If a physical store is unable to recover such costs from its final prices, then such a store will ultimately shut. If Amazon did not subsidize its shipping, and offer other free perks through Prime, then it would have to price its products higher, and would be less competitive with physical stores. Hence, a price for a product that is delivered to a consumer through shipping, without recovering the cost of shipping, is an “unfair price” (to the competition, but not to the consumer).

Amazon’s hold on logistics

The logistics of delivering physical goods to consumers and businesses is either through shipping or through a marketplace. The logistics of delivering digital goods is through cloud computing platforms and/or data centers, such as Amazon Web Services (AWS). At the outset of the internet age, such platforms primarily consisted of web hosting facilities. Cloud computing platforms are in essence a rebranding, advancement and expansion of web hosting.

Amazon is in the business of providing the logistics for delivering goods and services, irrespective whether such goods are digital or physical. However, when it comes to AWS, and as we have experienced over a decade ago when multiple hosting companies went out of business, the re-branded cloud will get competitive, and margins will drop. According to the Motley Fool:

Meanwhile, cloud infrastructure is going to get a whole lot more competitive, as both Alphabet (NASDAQ:GOOG) (NASDAQ:GOOGL) and Microsoft (NASDAQ:MSFT) have both placed high priority on their cloud businesses. It’s not insignificant that Google Cloud beat out AWS for the massive Snap deal, especially since Snap’s embrace of third-party infrastructure is unique in scale.

Meanwhile, when it comes to physical goods, we believe that there will come a day when regulators will indeed examine “fair” vs. “unfair” pricing, when it relates to the implementation of final shipping costs into the price of goods, and whether such practice leads to an unfair advantage, monopoly and negative effect while driving companies out of business. If not, once higher margin businesses, such as AWS, confront competition and experience a drop in their margins, then there will also come a day where it would prove to be too challenging for Amazon to be able to continuously sustain higher shipping costs than shipping revenues, without having to raise prices (or possibly venture into another business to subsidize it…).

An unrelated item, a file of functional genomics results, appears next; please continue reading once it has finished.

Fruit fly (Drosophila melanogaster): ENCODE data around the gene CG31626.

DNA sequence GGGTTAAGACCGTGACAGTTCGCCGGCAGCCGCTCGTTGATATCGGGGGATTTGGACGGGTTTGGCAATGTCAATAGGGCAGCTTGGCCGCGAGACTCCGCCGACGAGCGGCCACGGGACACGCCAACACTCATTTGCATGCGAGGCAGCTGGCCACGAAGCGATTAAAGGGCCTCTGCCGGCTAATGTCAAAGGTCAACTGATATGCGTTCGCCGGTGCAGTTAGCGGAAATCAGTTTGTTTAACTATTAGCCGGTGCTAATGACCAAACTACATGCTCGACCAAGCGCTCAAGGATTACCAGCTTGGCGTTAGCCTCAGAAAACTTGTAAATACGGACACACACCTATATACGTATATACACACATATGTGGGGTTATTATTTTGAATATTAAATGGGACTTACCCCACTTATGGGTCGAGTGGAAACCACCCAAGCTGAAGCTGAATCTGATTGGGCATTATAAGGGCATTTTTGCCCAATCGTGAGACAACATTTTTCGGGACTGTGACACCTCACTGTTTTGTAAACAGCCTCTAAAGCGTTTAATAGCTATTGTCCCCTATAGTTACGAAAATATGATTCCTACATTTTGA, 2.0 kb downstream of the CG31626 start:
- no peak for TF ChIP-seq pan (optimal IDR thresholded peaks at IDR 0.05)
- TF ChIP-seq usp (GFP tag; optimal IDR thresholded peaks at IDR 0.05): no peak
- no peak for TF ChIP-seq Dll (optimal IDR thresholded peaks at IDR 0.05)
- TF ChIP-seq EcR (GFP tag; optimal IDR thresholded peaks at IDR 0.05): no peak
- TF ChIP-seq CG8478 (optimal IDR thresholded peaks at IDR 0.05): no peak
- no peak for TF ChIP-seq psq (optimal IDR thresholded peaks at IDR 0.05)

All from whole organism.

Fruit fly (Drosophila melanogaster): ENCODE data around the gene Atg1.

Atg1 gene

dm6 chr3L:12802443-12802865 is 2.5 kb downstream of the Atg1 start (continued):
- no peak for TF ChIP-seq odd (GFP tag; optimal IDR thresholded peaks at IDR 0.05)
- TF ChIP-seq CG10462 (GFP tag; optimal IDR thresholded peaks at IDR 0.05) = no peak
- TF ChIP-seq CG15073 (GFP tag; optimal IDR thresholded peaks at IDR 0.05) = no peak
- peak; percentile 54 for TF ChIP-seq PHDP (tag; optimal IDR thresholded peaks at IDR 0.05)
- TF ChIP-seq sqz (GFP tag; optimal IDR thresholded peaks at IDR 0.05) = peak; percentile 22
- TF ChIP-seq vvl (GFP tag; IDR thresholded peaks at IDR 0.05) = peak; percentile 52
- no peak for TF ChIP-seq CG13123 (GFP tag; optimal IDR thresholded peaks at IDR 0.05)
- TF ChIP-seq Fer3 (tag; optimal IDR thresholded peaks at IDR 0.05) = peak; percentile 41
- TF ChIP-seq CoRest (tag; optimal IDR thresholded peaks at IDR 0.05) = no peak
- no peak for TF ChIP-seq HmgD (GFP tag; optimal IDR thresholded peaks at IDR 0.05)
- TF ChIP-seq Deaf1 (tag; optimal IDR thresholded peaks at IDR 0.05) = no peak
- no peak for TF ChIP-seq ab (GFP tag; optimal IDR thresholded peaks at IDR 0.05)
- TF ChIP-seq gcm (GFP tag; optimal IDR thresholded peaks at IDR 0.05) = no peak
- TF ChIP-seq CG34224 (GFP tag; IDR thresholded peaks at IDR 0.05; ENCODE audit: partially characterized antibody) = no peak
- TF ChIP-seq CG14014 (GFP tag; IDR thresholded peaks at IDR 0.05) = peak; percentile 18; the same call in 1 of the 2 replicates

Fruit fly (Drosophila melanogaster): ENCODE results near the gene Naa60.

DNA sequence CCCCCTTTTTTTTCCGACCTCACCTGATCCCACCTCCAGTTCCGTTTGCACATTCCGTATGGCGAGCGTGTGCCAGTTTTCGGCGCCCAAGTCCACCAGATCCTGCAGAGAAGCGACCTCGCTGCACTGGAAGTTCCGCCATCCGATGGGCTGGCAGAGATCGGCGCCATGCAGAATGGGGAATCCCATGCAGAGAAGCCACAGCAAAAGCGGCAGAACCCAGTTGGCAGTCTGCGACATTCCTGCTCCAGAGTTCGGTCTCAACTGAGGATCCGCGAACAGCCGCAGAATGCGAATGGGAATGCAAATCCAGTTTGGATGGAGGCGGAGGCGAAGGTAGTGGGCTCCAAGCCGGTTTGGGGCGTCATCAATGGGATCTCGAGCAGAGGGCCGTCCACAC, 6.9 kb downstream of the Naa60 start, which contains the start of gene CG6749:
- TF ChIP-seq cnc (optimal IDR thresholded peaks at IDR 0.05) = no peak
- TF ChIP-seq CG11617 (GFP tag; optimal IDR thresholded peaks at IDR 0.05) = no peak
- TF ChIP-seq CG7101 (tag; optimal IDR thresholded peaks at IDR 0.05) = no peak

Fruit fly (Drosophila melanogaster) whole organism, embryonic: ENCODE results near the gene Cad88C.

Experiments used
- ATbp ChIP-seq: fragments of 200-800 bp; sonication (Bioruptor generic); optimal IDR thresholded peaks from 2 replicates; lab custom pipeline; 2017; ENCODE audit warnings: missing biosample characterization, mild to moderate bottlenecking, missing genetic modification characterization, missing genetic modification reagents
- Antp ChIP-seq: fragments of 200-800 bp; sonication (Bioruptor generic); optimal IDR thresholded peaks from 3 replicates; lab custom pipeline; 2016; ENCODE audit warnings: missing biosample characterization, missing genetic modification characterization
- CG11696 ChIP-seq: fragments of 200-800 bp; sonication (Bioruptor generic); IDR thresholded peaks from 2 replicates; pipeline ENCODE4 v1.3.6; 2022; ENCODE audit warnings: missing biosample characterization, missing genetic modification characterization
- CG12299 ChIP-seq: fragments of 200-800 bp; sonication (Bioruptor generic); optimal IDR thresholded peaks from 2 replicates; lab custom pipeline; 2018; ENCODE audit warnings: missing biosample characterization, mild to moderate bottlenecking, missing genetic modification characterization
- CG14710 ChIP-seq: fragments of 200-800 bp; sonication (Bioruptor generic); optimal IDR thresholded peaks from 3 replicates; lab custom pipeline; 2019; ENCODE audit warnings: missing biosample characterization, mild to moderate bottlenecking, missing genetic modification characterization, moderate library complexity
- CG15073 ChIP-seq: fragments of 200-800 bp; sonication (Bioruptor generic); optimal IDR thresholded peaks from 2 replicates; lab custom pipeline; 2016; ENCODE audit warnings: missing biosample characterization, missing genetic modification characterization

Amazon Stock Valuation

Amazon Stock price 1 Year – Source: Yahoo Finance

Amazon shares are up 36% during the past year, with TTM P/E ratio of 189. Shares reached an intraday high of $949.50 today (4/28/2017) following Amazon’s earnings report, whereby it reported net earnings of $1.48/share vs. estimates of $1.12/share. With forward earnings estimates of $7.44/share for this year, and $12.44 for next year, Amazon has forward P/E ratios of 131 and 76, respectively. By all measures, such valuation is quite expensive, while simultaneously, the relative strength index is currently at 71 (such momentum index, which can range between 0 and 100, indicates a buy signal when it drops to 25 or below and a sell signal when it rises to 75 or higher).

Amazon currently has Q1 2017 operating margins of 2.8% for North America e-commerce (down from 3.5% for Q1 2016) , -4.3% for international e-commerce (down from -1.2% for Q1 2016), and 24.3% for AWS (up from 23.5% for Q1 2016). Hence, once AWS margins start coming under pressure due to competitive factors, with dismal e-commerce margins and shipping costs exceeding revenues (and potentially the subject of unfair competitive and monopolistic debate), we believe Amazon shares can experience substantial downward pressure.

Disclosure: I/we have no positions in any stocks mentioned, and no plans to initiate any positions within the next 72 hours.

I wrote this article myself, and it expresses my own opinions. I am not receiving compensation for it (other than from Seeking Alpha). I have no business relationship with any company whose stock is mentioned in this article.